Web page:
Youth parliament program teaches valuable lessons in politics
© Submitted photo
Seven Labradorians participated in Newfoundland and Labrador Youth Parliament earlier this month in St. John’s. They are: Front (l-r) — Alexandra Pye, Kailee Poole and Regan Burden; back —Deana Russell, Clarke Pearce, Michael Pike and Denika Blake.
Seven Labradorians recently got a unique glimpse at life inside Newfoundland and Labrador politics by taking part in a mock parliament at the House of Assembly in St John’s.
From Feb. 4-9, Deana Russell, Clarke Pearce, Michael Pike, Denika Blake, Alexandra Pye, Kailee Poole, and Regan Burden, joined other youth across the province to be a part of Newfoundland and Labrador Youth Parliament.
During the mock parliament, those selected to attend got to feel the pressures of a provincial politician. The youth, ages 15 to 23, debated real provincial issues like clean energy, gender issues within the education system, and the Nalcor energy monopoly.
For Regan Burden, 17, of Port Hope Simpson, this was her third year at the annual Newfoundland and Labrador Youth Parliament. Each time Burden attends, she gains more friends, and more self-confidence.
“It just seemed like a really great opportunity to meet friends, too improve my network… and overall self-confidence as well,” said Burden, who represented Mount Pearl North in the mock parliament. “It helps you learn how to voice your opinion and helps you learn how to stick by your opinion.”
“Politics was always something I was semi-interested in. I never really understood how the House worked until I got involved in this.”
Burden may be a youth parliament veteran, but for many participants like Denika Blake, age 17, from Churchill Falls, this was a first-ever taste of politics.
“For me, I’ve never been exposed to (the parliament) before, coming from a small town in Labrador,” added Blake, who represented the Labrador West district.
“Coming here and learning about it was all new to me, and it was really cool, actually getting the tour and getting to know a little bit about it before we went into the debate.”
Even though this was a mock parliament session, the young men and women were debating real issues. So, just like in real politics, things could get heated in the House of Assembly every once in awhile.
“Sometimes, I have to say, the people who are debating…we do take these things very seriously. They’re opinions that matter to us,” Burden explained.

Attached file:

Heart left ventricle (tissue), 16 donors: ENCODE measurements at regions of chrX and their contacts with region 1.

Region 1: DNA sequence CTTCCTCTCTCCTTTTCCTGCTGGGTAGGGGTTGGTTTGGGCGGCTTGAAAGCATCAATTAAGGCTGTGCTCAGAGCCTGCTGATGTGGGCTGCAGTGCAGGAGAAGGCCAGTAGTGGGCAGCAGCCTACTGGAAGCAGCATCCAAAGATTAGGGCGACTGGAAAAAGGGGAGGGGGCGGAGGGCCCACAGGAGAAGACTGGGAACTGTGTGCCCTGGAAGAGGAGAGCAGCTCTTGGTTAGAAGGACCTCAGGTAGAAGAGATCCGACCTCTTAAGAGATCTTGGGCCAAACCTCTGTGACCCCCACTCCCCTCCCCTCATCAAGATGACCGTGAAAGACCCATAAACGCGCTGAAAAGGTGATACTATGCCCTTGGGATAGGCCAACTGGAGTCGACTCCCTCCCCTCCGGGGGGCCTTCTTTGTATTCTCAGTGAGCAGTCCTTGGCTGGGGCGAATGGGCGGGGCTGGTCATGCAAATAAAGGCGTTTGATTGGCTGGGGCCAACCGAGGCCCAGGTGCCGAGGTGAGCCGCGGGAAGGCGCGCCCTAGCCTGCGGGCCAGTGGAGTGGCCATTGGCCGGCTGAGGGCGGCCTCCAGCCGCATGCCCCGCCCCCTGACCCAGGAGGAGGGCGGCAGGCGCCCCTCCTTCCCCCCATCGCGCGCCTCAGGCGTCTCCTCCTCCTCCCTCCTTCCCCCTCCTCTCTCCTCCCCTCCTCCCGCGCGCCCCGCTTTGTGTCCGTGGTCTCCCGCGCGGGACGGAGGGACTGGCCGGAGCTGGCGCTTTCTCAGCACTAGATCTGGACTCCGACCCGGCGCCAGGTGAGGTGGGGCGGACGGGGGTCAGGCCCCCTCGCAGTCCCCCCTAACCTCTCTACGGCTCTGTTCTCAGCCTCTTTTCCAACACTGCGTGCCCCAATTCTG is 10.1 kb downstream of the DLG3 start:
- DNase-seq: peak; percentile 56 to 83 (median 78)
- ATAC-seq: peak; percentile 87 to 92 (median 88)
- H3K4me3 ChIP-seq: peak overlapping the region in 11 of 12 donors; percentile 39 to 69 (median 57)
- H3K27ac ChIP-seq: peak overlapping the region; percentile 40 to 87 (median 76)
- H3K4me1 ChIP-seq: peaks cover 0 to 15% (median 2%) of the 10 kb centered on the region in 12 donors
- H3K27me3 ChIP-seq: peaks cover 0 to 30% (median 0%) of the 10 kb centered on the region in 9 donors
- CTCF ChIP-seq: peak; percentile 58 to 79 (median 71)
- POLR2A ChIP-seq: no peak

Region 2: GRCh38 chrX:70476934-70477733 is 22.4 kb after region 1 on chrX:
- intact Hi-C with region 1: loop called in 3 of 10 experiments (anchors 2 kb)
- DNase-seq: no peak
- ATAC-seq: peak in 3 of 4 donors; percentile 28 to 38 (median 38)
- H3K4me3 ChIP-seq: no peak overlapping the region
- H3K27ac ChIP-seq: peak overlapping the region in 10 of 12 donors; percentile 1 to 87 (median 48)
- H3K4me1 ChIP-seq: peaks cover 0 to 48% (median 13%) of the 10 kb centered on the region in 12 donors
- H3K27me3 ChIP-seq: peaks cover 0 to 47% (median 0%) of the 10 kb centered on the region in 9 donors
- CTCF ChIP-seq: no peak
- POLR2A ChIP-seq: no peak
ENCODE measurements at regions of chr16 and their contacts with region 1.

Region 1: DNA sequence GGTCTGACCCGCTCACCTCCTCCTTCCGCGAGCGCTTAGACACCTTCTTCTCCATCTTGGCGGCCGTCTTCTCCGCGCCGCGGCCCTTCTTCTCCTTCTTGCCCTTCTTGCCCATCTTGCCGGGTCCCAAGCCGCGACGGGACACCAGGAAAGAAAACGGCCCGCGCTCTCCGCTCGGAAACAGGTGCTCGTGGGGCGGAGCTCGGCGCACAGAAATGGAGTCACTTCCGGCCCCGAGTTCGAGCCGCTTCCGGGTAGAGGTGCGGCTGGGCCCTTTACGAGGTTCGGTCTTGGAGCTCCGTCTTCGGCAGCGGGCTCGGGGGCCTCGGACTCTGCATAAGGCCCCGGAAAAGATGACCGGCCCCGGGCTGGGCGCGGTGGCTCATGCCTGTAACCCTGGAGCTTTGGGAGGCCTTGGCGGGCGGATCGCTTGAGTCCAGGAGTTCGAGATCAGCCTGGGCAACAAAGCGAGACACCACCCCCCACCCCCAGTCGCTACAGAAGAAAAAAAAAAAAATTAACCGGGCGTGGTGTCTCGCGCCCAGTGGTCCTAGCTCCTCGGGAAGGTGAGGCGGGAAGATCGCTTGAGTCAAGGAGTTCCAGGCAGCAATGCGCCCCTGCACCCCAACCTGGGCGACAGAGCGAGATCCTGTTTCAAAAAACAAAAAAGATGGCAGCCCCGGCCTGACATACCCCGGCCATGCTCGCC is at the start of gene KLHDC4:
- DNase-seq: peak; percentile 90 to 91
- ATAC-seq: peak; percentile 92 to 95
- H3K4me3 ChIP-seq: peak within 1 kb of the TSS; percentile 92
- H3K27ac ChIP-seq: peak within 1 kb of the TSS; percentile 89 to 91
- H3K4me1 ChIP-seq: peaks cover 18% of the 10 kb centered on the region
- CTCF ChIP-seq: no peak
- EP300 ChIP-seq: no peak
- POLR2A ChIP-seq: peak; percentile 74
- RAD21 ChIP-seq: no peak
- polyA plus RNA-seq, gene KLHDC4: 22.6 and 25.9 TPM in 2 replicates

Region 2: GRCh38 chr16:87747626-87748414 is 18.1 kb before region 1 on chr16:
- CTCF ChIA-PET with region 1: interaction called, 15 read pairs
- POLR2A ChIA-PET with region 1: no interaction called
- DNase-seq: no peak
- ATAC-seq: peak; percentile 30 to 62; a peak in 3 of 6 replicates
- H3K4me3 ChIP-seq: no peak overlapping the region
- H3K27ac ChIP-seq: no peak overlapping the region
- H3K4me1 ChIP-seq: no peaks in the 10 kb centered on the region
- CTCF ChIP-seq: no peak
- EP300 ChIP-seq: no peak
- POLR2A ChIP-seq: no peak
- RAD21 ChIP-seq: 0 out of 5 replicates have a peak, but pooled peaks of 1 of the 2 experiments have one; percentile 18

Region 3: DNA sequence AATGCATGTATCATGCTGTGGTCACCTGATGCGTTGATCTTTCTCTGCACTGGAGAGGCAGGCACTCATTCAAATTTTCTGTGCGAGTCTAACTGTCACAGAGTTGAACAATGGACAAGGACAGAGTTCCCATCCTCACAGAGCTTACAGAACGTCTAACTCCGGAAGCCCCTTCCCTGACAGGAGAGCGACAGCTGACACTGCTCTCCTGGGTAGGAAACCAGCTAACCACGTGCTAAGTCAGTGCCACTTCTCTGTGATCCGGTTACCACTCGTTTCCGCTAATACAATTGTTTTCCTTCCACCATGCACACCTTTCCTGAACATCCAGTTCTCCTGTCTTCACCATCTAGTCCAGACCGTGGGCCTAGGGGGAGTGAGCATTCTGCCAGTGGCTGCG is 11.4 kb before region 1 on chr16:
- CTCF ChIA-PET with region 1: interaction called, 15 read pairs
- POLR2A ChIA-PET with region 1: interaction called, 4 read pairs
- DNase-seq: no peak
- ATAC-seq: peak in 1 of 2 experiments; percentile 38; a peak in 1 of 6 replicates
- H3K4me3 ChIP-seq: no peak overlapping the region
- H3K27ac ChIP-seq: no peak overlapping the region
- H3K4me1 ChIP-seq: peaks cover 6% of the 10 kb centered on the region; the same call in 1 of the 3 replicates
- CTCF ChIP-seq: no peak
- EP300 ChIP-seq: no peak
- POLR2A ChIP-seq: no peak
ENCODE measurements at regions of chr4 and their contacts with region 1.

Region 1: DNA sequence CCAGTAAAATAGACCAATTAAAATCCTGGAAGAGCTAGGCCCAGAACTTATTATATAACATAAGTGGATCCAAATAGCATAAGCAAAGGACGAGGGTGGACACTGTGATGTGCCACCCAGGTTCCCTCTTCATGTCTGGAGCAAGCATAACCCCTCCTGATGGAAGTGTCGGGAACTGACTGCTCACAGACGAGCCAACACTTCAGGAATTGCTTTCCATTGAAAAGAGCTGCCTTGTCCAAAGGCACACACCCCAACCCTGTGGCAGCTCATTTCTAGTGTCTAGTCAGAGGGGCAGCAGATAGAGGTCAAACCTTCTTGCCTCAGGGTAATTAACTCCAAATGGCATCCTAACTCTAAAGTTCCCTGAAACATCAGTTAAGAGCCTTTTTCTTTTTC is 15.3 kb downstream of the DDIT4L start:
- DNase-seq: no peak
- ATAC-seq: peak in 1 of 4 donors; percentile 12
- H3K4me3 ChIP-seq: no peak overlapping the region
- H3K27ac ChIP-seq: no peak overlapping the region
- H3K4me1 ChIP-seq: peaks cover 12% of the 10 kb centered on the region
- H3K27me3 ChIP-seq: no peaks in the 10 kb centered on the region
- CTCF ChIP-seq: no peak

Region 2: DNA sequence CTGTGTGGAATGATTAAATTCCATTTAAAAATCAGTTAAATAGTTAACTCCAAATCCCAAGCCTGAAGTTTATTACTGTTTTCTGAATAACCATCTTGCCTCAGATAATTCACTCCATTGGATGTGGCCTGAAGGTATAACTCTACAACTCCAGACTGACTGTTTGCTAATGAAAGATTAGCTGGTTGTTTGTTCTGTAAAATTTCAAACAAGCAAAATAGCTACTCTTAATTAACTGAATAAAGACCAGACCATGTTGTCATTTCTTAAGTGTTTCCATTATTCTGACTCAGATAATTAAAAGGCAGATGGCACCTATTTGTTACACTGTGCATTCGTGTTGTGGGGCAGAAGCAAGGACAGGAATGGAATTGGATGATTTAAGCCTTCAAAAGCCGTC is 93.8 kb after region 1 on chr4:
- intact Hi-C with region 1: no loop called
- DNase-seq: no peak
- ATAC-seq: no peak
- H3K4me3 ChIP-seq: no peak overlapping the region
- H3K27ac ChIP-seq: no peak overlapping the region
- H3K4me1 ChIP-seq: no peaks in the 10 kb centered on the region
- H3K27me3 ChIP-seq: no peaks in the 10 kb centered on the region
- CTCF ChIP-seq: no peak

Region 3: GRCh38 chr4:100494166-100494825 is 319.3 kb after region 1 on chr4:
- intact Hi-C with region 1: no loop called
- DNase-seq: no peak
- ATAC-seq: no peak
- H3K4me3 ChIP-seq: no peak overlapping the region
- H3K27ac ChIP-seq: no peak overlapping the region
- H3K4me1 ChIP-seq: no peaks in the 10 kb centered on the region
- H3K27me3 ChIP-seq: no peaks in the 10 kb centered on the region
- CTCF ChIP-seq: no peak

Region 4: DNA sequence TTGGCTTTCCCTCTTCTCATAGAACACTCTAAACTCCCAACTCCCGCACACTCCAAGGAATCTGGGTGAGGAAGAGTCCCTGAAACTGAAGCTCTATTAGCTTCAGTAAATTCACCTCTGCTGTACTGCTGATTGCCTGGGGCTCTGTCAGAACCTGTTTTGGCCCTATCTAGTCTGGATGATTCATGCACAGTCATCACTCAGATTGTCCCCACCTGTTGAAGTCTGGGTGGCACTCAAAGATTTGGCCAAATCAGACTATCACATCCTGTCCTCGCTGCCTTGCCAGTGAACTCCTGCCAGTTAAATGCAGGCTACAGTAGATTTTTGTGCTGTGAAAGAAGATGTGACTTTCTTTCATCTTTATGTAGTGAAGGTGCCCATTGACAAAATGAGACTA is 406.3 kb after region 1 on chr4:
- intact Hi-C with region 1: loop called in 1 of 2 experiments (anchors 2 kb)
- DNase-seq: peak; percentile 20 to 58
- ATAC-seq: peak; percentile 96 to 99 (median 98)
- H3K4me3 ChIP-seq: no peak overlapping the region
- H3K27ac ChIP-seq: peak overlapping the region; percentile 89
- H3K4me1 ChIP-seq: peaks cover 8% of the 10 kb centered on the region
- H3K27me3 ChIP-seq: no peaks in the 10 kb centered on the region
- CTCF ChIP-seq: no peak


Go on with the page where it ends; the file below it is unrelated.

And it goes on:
“These resolutions, if they are passed, they get sent to certain government personnel…”
The youth parliament sessions were also a great way to rub shoulders with some big players in Newfoundland and Labrador politics. During their time in St John’s, Burden, Blake, and their friends met Lieut.-Gov. Frank Fagan and several MHAs.
“They were kind of personal…we are still youth, but they respected us,” Blake said about her encounters with provincial politicians.
“Knowing their journey in politics has been inspiring and made me have a greater outlook on it made me more interested in it.”
A new outlook
Many people across the province, and across the country, have a cynical view of politics and politicians. But after spending time meeting with elected officials, and sitting in their chairs, Burden and Blake has warmed up to the profession.
“It’s a huge responsibility, and for you to have that much courage and determination in yourself to do so, it’s a great idea,” said Blake. “So my outlook on it has become better than it has before this weekend.”
“It’s absolutely impossible to please everyone, and it can be very stressful when you get negative feedback from people…” she added.
“At the end of the day, they’re people, they have families to go home to…”
Both girls agree that, after their time spent at Newfoundland and Labrador Youth Parliament, they may just try a political career for themselves at some point.
“After the first debate, I found it real interesting and putting my own input on it…so after this weekend, going into politics is maybe something I would enjoy,” said Blake.
“I’m a graduating student this year. I actually plan on pursuing a degree in political science and communication studies,” Burden noted. “And after that, I’d like to go ahead and obtain a law degree. But after getting some experience in the workforce, I’d definitely feel comfortable…pursuing a career in politics.”